Naturally, Aunt Marthe would not let you use the sharp kitchen knife, she only allowed you access to a very unsharp, almost butterknife blunt knife, after which she berated you for a scruffy cut that was less than perfect. The knife? You say... A bad workman always blames his tools. You learnt to make a sharp crease with the back of your thumbnail, and to work out how to cut mutiple folds one at a time, carefully, patiently, so that you never tore an ugly gash across a part of the text. This difficulty of access to the contents built a head of steam on the excitement of opening a new issue.
When you had properly cut your magazine, the next decision to be made was: which sequel to read first. La Semaine de Suzette operated on the simple formula of several parallel cliffhangers! Then also, every week there would be a new, stand alone story of one sort or another.
In that childhood of mine, La Semaine de Suzette always satisfied, never disappointed. I truly believe it is the reason I grew up halfway normal. I also remember it had a serial about children a little older than myself, teenagers old enough to have experienced the German occupation with a great deal more awareness than mine, and this serial story fascinated me even more than the ones which told more familiar tales appropriate to my age group, as they enabled me to process and reevaluate some of my own experiences, which I would otherwise not have been able to assimilate, since there was no one around me at the time with whom I could have discussed what were for me events of tremendous significance, carrying unimaginable pain and regrets.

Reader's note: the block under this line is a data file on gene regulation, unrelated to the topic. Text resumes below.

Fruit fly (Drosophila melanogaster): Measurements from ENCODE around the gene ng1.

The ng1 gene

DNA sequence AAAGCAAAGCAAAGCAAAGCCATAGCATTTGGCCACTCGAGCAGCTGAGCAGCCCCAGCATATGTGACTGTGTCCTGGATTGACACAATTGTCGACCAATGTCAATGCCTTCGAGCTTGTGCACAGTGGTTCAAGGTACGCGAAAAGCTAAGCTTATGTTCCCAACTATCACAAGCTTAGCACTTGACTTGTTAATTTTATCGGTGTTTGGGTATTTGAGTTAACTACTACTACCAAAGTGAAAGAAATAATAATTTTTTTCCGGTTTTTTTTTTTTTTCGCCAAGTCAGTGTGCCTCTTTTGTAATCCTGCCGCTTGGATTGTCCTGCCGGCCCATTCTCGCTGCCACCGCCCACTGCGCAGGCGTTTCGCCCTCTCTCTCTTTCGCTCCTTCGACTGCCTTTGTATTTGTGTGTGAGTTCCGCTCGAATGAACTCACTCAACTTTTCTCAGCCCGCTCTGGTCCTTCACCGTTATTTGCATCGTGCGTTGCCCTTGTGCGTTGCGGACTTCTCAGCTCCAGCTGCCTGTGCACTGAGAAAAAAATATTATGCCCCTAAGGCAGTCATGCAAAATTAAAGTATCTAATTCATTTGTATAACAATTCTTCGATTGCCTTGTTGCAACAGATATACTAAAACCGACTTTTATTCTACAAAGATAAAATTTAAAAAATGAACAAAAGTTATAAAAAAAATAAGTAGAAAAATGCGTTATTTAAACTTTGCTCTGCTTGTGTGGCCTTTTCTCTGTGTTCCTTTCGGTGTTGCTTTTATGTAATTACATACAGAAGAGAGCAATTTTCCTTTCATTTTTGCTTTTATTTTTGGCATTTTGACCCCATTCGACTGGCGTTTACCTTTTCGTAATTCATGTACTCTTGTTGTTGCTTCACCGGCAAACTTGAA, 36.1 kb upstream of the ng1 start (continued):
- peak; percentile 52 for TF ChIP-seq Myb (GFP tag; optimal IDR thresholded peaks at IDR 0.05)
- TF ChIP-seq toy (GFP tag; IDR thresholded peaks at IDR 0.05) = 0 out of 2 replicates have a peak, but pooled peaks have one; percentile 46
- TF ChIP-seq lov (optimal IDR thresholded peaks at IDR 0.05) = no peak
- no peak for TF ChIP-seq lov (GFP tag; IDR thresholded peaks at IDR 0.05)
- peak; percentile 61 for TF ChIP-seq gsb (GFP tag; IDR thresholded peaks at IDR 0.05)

La Semaine de Suzette was my secret garden and my fortress.
As they remember it, it rained all summer in Normandy for everyone except me. Despite the memory of the cold bathings on that mined, windswept beach, it never rained on me: I had the best time of my life and I mainly remember that weather and that miserably cold climate because everyone else has told me so often what it was like that I have finally adopted the opinion of the majority.
In my inner heart, it glows forever with the tremendous sunshine of La Semaine de Suzette.